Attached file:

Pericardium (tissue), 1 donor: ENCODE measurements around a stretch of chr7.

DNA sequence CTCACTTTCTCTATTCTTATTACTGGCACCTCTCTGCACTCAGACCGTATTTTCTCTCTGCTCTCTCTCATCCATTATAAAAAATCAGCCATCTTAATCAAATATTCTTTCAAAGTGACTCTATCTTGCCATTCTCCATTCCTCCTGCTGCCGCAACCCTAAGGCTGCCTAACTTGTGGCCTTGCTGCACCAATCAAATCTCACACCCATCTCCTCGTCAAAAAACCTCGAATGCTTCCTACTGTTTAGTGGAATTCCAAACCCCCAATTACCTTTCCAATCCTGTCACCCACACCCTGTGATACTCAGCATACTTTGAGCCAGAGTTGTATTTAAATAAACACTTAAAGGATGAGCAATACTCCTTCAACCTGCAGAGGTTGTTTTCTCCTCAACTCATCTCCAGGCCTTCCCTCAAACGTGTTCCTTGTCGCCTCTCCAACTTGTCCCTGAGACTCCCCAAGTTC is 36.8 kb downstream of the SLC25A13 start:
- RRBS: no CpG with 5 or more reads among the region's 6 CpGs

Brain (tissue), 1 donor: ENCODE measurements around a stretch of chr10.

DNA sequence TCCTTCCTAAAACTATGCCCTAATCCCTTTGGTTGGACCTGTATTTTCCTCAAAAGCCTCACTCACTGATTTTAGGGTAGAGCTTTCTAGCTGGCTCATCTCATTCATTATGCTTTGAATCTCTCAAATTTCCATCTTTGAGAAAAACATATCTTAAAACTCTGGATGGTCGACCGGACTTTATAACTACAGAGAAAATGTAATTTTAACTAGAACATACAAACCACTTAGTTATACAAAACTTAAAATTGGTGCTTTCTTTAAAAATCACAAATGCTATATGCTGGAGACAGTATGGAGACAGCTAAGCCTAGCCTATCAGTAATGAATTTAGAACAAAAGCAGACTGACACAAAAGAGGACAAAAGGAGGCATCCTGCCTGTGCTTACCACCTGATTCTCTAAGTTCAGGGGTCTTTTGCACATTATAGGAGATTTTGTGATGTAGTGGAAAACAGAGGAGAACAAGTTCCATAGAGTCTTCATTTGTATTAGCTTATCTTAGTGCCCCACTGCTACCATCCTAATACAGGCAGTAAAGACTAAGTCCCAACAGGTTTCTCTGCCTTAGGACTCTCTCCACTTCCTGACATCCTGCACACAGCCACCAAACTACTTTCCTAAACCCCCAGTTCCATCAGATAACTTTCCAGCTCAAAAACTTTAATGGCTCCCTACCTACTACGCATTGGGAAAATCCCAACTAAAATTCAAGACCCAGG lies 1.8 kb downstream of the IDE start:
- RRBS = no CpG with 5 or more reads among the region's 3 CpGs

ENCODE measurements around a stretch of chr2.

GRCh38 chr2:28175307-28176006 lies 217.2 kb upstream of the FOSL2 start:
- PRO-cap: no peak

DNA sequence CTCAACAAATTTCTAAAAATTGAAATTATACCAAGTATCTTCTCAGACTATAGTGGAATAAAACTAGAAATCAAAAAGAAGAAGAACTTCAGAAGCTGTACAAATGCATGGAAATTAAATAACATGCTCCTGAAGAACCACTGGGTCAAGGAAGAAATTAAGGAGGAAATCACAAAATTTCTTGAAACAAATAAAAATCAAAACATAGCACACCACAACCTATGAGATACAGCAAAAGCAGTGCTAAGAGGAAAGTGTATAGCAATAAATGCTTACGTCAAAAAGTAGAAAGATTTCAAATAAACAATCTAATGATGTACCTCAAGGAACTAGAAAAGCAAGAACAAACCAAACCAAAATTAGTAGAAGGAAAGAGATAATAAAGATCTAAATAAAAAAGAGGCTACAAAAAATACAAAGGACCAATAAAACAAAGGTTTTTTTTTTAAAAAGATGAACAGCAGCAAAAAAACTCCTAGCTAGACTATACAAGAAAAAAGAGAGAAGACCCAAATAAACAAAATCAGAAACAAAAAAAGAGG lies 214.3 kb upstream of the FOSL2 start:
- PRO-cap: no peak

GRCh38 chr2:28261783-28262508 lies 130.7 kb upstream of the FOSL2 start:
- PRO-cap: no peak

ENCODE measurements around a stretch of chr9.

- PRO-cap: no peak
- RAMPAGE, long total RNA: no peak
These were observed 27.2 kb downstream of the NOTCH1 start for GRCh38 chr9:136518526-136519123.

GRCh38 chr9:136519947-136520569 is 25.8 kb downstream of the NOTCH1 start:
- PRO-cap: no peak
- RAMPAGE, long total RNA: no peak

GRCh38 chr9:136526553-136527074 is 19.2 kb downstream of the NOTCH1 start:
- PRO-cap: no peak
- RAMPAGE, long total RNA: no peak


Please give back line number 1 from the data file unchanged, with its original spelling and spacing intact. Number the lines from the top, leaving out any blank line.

Pericardium (tissue), 1 donor: ENCODE measurements around a stretch of chr7.